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Spurs coach discusses future of Tottenham’s goalkeepers

PUBLISHED: 11:57 03 August 2012

David Button

David Button

EMPICS Sport

EXCLUSIVE: Goalkeeping coach Tony Parks believes that Spurs’ future is in safe hands as he eyes the next generation of Tottenham custodians – and he is tipping David Button to challenge for the No1 jersey in the next few years.

With 41-year-old Brad Friedel and 38-year-old Carlo Cudicini approaching the end of their careers, the Lilywhites are on the look-out for long-term replacements.

A move for France’s Hugo Lloris has been mooted, but Tottenham chairman Daniel Levy is hoping that the club will also be able to develop their own players at their new state-of-the-art academy.

Having survived the change of management over the summer, Parks has been charged with the responsibility of nurturing the club’s emerging keepers – and he feels the future is bright.

“We have a couple of younger lads who did particularly well last season,” Parks told London24.com. “We certainly have a few lower down and we’ve got a few coming through from the ages of nine to 16 – we’re quite well equipped there.

“We’ve got at least one who might be a future goalkeeper for us and I think we’re looking quite good.”

Ben Alnwick, 25, Oscar Jansson, 21, and Mirko Ranieri, 20, were recently released but Scotland Under-21 keeper Jordan Archer has penned a new deal while 19-year-old Jonathan Miles has signed his first professional contract – and Parks has high hopes for Button.

The 23-year-old has been loaned to 12 different clubs since joining Tottenham’s academy in 2005-06, culminating in spells with Doncaster Rovers and Barnsley in the Championship earlier this year.

“We’ve had David Button out on loan for the last couple of years,” said Parks. “He’s made steady progress from League Two, into League One and then into the Championship, so he would be one that we hold in high regard.

“I think David’s technically a very good footballing goalkeeper. In the modern game you need to be decent with the ball at your feet, which he is. He works really hard in the gym to make himself as strong as he possibly can, and he comes and deals with crosses.”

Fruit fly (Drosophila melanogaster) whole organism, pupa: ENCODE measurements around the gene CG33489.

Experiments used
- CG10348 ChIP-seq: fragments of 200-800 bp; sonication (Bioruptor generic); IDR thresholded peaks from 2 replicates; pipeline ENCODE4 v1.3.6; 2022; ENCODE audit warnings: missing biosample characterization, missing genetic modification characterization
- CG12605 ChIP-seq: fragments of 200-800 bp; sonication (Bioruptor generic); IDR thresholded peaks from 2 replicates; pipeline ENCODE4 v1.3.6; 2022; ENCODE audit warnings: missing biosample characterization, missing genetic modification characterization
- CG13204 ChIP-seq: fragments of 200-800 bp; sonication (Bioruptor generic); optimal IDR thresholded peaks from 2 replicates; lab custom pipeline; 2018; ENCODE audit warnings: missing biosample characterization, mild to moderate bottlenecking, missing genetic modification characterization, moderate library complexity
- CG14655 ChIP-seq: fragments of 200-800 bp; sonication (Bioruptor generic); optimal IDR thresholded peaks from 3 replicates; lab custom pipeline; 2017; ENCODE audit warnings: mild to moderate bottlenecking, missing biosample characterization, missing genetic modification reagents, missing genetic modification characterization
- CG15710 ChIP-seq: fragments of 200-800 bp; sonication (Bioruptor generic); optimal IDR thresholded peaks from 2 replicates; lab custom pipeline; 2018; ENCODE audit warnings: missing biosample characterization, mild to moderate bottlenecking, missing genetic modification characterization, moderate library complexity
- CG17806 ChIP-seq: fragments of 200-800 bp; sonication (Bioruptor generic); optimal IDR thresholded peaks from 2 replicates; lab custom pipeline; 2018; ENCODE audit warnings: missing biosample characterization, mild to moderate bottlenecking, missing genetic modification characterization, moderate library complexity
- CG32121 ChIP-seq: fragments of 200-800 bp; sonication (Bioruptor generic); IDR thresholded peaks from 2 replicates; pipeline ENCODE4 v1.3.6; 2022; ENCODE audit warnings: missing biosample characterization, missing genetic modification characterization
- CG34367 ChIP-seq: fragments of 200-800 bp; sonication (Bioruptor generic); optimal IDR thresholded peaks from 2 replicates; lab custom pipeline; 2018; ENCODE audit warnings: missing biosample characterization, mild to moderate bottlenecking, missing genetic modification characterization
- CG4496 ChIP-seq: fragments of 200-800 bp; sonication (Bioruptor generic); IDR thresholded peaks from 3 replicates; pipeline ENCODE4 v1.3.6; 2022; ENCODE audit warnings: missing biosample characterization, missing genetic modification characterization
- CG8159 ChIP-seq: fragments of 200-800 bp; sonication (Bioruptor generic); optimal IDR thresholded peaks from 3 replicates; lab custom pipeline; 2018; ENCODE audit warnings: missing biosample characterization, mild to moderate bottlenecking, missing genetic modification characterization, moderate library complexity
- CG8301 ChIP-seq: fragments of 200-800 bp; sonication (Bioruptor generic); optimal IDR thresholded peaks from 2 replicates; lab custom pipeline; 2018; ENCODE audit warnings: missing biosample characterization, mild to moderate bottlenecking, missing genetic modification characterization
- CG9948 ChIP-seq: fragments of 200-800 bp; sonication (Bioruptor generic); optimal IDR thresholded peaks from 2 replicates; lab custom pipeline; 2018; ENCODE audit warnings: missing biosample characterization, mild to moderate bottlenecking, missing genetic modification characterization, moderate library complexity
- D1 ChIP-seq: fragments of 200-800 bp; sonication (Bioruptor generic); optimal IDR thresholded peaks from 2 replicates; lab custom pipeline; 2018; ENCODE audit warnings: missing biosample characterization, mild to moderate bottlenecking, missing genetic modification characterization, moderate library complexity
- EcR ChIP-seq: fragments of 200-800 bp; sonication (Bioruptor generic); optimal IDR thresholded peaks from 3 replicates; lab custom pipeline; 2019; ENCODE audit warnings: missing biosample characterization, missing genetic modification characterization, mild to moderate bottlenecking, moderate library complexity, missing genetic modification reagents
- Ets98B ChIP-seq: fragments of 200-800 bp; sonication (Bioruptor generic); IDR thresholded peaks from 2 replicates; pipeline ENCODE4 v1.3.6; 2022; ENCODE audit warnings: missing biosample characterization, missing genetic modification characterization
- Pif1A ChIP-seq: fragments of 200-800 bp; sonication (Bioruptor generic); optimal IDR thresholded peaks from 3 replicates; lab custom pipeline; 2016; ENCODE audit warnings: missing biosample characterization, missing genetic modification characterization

Parks, who worked with Joe Hart during his time as an FA youth coach, says Spurs are taking their time to develop Button’s talents.

“Physically, David’s probably developed a bit later than Joe Hart, but that’s starting to come now,” Parks continued.

“Some kids develop earlier and develop their strength earlier. David’s very tall – he’s 6ft 4ins. He was a big, tall, skinny lad with not a lot of muscle power as a young kid, and sometimes you have to wait for that to come.

“He goes into the gym and works on his strength and his power, and all of those attributes are now starting to pay dividends for him.

“Whereas Joe was a man when he was about 20 years old, David’s probably had to wait until he was 22. People think ‘oh he’s 23’, but physically he was about 20 or 21.

“Sometimes you just have to take that into consideration and make sure that the development programme is right for the player – where you place him, what level he plays at, what type of training he does – and over the last couple of years he’s done really well to finish last season as a Championship goalkeeper.

“Hopefully we can get him out and playing in the Championship again next season and look forward to him hopefully moving on to become a Premier League goalie for Tottenham.”

However, Parks believes that young English goalkeepers face an uphill struggle to make an impact in the top flight.

“Joe had a lot of games as a young goalkeeper, which is really important,” he said. “That’s where he gained his experience. It’s something that English goalkeepers lack specifically - it’s very difficult for young English goalkeepers to break in.

“The Premier League is so awash with finances, and it can attract the best from around the world – and the other factor is that most managers prefer goalkeepers who are a bit more mature.

“But if you have a look around Europe at the moment, there are a lot of young goalies playing – there are probably half a dozen who are playing in the first team at the age of 18 or 19.

“Look at the boy who won the Europa League with Atletico Madrid [Thibaut Courtois]. He’s another 20-year-old who’s been playing first-team football since he was about 17-and-a-half or 18 at Genk. Then he moved on to Chelsea, who loaned him straight back out.

“It’s so important to be playing games, which is where you probably learn more than anything. Once you’ve worked on technical stuff with goalkeepers in training then the question is ‘can you transfer that into the games?’

“Unless you’re getting games it’s very difficult to prove to someone that you can go in and play in their team. It sometimes just needs someone to be brave and give them a chance.”

Follow me on Twitter @BenPearceSpurs

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